Photo: Gordon Converse © The Christian Science Monitor
For almost 30 years, Charlotte Saikowski was a journalist for The Christian Science Monitor—and one held in high regard. In fact, after her passing in 2000 former Editor John Hughes called her one of the all-time best journalists in the history of the newspaper.
Born in Chicago in 1927, Saikowski grew up in the suburbs of Detroit. She became a member of The Mother Church in 1944 and graduated from Principia College in 1947. After college she taught English at the University of Warsaw, Poland, for two years and studied violin at the Warsaw Conservatory of Music. Returning to the United States, she received a Master’s degree in international affairs from Columbia University and worked for ten years as an editor at Columbia’s Current Digest of the Soviet Press.
Saikowski joined the Monitor staff in 1962. In her long career there, she lived in a variety of locations throughout the world, serving as the paper’s Japan correspondent, diplomatic correspondent in Washington, D.C., and Chief Editorial Writer in Boston. But it was her knowledge and understanding of the Soviet Union in the midst of the Cold War that won her the greatest respect and praise. Hughes recalled, “Ambassadors and former ambassadors, Cabinet ministers and foreign ministers, and distinguished professors of Soviet studies canvassed her views, exchanged impressions, and drew upon her knowledge.”1
Saikowski wrote about Soviet life, including a series titled “How Russians Live.” In one article from that series, she noted the contrast between Western and Soviet news gathering. With the Russian press, she wrote that “there is no such thing as information for its own sake. All Soviet news media are propaganda instruments of the state. They are not isolated, as are American media, from the governing establishment but are an integral part of it. Their purpose is not to provide cold facts on the basis of which the man in the street can make independent judgments. It is to mold public opinion, to exhort, instruct, persuade, mobilize.”2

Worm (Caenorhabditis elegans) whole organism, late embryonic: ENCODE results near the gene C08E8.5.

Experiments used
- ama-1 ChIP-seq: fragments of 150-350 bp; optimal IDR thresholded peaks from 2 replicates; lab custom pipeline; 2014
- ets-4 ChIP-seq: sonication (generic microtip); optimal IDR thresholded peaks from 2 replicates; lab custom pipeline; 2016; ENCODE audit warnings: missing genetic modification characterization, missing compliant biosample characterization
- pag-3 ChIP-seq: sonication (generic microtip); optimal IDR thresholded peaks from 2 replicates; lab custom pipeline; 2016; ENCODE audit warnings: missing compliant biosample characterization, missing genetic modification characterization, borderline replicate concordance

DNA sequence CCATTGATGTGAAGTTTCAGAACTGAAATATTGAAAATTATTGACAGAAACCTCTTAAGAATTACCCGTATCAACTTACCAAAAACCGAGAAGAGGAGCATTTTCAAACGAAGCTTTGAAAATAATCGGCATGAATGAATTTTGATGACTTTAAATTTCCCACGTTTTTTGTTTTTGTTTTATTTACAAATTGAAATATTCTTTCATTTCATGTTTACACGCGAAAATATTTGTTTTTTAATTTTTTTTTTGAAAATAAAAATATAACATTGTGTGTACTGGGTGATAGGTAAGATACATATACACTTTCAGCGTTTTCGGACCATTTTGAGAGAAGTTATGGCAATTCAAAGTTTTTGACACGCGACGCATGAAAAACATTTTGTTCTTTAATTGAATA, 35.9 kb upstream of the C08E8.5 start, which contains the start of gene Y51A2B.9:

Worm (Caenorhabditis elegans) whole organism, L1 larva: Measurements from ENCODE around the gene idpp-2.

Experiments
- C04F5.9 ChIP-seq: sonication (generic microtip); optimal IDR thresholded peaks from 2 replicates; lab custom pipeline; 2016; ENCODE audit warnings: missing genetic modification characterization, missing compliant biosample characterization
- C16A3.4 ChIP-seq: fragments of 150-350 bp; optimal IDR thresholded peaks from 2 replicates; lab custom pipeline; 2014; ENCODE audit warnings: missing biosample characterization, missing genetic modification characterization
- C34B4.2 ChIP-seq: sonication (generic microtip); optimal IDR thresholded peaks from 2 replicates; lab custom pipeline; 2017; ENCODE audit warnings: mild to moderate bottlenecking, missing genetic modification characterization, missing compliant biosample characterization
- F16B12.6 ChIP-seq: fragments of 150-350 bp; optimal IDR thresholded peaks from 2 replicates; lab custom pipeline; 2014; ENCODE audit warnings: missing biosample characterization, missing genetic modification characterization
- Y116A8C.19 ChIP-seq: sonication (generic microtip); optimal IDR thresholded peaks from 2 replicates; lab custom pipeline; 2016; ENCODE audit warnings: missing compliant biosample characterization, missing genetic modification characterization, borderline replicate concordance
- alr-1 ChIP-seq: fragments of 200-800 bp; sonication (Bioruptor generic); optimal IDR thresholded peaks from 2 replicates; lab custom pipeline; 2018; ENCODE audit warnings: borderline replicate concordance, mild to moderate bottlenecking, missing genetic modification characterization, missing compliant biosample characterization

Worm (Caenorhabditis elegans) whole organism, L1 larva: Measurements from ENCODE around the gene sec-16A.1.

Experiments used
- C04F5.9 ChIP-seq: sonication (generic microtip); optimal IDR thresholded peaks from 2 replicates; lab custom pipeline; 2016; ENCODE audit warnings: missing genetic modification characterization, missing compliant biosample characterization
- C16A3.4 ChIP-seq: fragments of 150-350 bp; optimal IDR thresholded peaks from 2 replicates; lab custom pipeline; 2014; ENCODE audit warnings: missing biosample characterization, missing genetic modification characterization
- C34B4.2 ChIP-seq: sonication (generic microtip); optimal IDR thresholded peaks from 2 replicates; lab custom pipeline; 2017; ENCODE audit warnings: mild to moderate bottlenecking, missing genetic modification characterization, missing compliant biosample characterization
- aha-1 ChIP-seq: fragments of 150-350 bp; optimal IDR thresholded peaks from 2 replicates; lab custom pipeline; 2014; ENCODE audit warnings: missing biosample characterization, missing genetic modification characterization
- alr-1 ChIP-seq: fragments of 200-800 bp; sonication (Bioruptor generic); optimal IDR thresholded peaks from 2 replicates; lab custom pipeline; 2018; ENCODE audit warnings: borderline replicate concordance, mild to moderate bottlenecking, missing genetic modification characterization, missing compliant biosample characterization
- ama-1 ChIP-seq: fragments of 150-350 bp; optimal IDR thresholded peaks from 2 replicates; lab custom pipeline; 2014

In spite of the Cold War, Saikowski cherished the Soviets. “Every people,” she wrote, “it seems to me, has a yearning for self-worth, for security, for peace, a desire to better their lives, and so it seems to me that the more we can really love peoples everywhere, including the Soviet people, the Russian people, we’re going to contribute to their development in a more constructive direction.”3
Saikowski was the Monitor’s Washington bureau chief from 1983 until she retired in 1990. Over her career she served on the advisory board of the Pulitzer Prize and was a member of the American Society of Newspaper Editors, National Conference of Editorial Writers, and the Gridiron Club in Washington. Additionally, her reporting won her numerous awards, including three Overseas Press Club awards for international reporting. In her retirement she served as First Reader and President of Sixth Church of Christ, Scientist, in Washington.
Saikowski lived her life with a commitment to the Monitor, and fully believed in its mission. In an interview with The Christian Science Journal she affirmed this: “The Monitor won’t allow us to retire into a smug, complacent world of our own. It is an educational instrument that would keep Christian Scientists looking outward, that would help clarify these complex issues and rouse Christians to pray for the healing of the world.”4
- John Hughes, “The lion-hearted Charlotte Saikowski,” The Christian Science Monitor, April 13, 2000, http://www.csmonitor.com/2000/0413/p11s2.html.
- Charlotte Saikowski, “Only master sleuths find hard news in Russia,” The Christian Science Monitor, May 12, 1972.
- “Dangers to Face Prophecies to Fulfill,” The Christian Science Journal, March 1985, http://journal.christianscience.com/shared/view/1dznbxu9ji8?s=t
- The Christian Science Monitor: ‘A Mental Decontaminator,’” The Christian Science Journal, January 1979, http://journal.christianscience.com/shared/view/28ii7czwujo?s=t